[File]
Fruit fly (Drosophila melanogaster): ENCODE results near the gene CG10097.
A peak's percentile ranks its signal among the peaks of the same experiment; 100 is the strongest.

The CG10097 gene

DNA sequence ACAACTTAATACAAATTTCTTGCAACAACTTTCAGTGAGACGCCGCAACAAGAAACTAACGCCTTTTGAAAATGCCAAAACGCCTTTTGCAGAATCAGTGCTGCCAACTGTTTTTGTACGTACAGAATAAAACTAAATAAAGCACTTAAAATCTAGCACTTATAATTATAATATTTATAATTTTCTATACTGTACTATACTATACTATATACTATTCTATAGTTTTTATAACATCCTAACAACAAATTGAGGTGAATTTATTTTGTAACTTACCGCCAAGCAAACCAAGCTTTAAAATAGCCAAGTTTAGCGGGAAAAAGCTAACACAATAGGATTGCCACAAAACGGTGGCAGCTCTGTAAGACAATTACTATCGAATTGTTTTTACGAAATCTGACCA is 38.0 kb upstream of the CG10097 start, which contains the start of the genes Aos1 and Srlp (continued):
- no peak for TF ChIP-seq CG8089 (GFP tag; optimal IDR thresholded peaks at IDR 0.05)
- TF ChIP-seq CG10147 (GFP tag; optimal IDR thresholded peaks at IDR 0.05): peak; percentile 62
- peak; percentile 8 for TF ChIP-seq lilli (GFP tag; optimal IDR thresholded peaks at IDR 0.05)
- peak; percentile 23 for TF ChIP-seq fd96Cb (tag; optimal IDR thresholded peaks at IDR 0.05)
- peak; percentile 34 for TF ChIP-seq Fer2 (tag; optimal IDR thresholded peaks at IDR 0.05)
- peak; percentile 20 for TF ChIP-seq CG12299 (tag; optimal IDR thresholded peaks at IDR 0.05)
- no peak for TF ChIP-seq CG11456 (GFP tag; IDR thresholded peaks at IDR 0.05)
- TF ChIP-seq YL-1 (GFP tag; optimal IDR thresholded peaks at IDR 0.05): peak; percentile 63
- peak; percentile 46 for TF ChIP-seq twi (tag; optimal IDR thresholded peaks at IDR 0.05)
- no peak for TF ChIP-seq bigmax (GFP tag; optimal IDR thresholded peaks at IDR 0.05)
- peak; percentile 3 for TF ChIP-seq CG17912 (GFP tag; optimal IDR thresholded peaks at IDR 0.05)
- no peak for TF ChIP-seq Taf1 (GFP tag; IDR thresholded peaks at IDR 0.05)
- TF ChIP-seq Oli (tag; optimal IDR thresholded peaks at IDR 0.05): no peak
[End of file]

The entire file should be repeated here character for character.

Fruit fly (Drosophila melanogaster): ENCODE results near the gene CG10097.
A peak's percentile ranks its signal among the peaks of the same experiment; 100 is the strongest.

The CG10097 gene

DNA sequence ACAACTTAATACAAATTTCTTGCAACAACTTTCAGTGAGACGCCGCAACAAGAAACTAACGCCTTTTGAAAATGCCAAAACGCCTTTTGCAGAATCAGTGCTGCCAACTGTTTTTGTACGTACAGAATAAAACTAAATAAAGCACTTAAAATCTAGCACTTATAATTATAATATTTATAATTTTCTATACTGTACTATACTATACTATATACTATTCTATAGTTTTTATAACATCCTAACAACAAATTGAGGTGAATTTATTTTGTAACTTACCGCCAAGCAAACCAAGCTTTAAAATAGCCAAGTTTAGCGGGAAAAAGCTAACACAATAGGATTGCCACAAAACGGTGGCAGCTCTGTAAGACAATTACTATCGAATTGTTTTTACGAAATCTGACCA is 38.0 kb upstream of the CG10097 start, which contains the start of the genes Aos1 and Srlp (continued):
- no peak for TF ChIP-seq CG8089 (GFP tag; optimal IDR thresholded peaks at IDR 0.05)
- TF ChIP-seq CG10147 (GFP tag; optimal IDR thresholded peaks at IDR 0.05): peak; percentile 62
- peak; percentile 8 for TF ChIP-seq lilli (GFP tag; optimal IDR thresholded peaks at IDR 0.05)
- peak; percentile 23 for TF ChIP-seq fd96Cb (tag; optimal IDR thresholded peaks at IDR 0.05)
- peak; percentile 34 for TF ChIP-seq Fer2 (tag; optimal IDR thresholded peaks at IDR 0.05)
- peak; percentile 20 for TF ChIP-seq CG12299 (tag; optimal IDR thresholded peaks at IDR 0.05)
- no peak for TF ChIP-seq CG11456 (GFP tag; IDR thresholded peaks at IDR 0.05)
- TF ChIP-seq YL-1 (GFP tag; optimal IDR thresholded peaks at IDR 0.05): peak; percentile 63
- peak; percentile 46 for TF ChIP-seq twi (tag; optimal IDR thresholded peaks at IDR 0.05)
- no peak for TF ChIP-seq bigmax (GFP tag; optimal IDR thresholded peaks at IDR 0.05)
- peak; percentile 3 for TF ChIP-seq CG17912 (GFP tag; optimal IDR thresholded peaks at IDR 0.05)
- no peak for TF ChIP-seq Taf1 (GFP tag; IDR thresholded peaks at IDR 0.05)
- TF ChIP-seq Oli (tag; optimal IDR thresholded peaks at IDR 0.05): no peak